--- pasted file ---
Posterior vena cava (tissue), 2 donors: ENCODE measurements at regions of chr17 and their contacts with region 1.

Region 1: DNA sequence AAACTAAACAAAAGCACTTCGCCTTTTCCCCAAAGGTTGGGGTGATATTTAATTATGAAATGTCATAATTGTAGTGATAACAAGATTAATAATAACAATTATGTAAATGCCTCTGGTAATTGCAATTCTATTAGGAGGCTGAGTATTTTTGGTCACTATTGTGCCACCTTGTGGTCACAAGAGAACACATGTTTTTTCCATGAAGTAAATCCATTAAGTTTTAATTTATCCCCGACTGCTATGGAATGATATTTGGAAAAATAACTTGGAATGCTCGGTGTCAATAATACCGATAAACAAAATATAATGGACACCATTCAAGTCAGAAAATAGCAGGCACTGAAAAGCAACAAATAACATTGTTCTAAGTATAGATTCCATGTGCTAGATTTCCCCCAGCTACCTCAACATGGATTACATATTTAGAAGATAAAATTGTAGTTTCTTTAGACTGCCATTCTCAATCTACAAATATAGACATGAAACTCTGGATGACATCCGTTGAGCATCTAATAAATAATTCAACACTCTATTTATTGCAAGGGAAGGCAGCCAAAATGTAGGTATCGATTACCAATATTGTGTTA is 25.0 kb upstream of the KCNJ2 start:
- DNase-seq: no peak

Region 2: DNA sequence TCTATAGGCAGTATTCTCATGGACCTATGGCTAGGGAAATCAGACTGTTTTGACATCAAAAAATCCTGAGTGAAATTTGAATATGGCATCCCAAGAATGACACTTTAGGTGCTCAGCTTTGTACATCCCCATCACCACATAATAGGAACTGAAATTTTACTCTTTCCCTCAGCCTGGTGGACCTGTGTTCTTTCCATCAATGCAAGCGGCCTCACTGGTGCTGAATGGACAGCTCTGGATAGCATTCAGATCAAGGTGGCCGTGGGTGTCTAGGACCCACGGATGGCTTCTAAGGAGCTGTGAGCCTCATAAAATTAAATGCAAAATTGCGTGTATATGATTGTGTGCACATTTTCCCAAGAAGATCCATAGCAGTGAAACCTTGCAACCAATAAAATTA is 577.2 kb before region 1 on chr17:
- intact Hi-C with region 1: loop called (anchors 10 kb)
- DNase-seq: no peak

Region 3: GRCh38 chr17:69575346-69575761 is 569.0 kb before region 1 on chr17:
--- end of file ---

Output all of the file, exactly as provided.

Posterior vena cava (tissue), 2 donors: ENCODE measurements at regions of chr17 and their contacts with region 1.

Region 1: DNA sequence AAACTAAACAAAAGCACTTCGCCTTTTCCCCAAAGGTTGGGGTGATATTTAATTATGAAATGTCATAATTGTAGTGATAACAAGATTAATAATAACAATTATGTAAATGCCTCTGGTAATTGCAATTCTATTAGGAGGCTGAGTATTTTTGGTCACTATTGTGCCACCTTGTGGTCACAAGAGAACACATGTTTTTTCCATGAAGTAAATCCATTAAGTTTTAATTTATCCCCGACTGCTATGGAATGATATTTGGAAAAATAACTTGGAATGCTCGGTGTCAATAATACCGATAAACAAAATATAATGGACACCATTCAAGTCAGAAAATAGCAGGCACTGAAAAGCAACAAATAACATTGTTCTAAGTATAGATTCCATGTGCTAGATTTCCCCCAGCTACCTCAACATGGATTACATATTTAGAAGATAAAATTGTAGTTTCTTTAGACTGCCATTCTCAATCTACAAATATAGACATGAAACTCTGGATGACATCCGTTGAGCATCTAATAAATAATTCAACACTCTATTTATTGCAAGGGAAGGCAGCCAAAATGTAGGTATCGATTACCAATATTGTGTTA is 25.0 kb upstream of the KCNJ2 start:
- DNase-seq: no peak

Region 2: DNA sequence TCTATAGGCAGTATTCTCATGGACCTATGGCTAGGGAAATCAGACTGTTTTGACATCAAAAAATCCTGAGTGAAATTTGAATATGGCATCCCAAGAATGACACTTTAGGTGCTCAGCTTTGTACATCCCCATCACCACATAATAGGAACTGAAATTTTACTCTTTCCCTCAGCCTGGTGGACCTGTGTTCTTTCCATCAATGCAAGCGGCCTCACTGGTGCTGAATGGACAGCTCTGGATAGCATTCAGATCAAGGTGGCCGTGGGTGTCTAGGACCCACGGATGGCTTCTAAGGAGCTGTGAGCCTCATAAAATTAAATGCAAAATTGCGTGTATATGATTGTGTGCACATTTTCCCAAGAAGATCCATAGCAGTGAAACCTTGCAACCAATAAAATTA is 577.2 kb before region 1 on chr17:
- intact Hi-C with region 1: loop called (anchors 10 kb)
- DNase-seq: no peak

Region 3: GRCh38 chr17:69575346-69575761 is 569.0 kb before region 1 on chr17: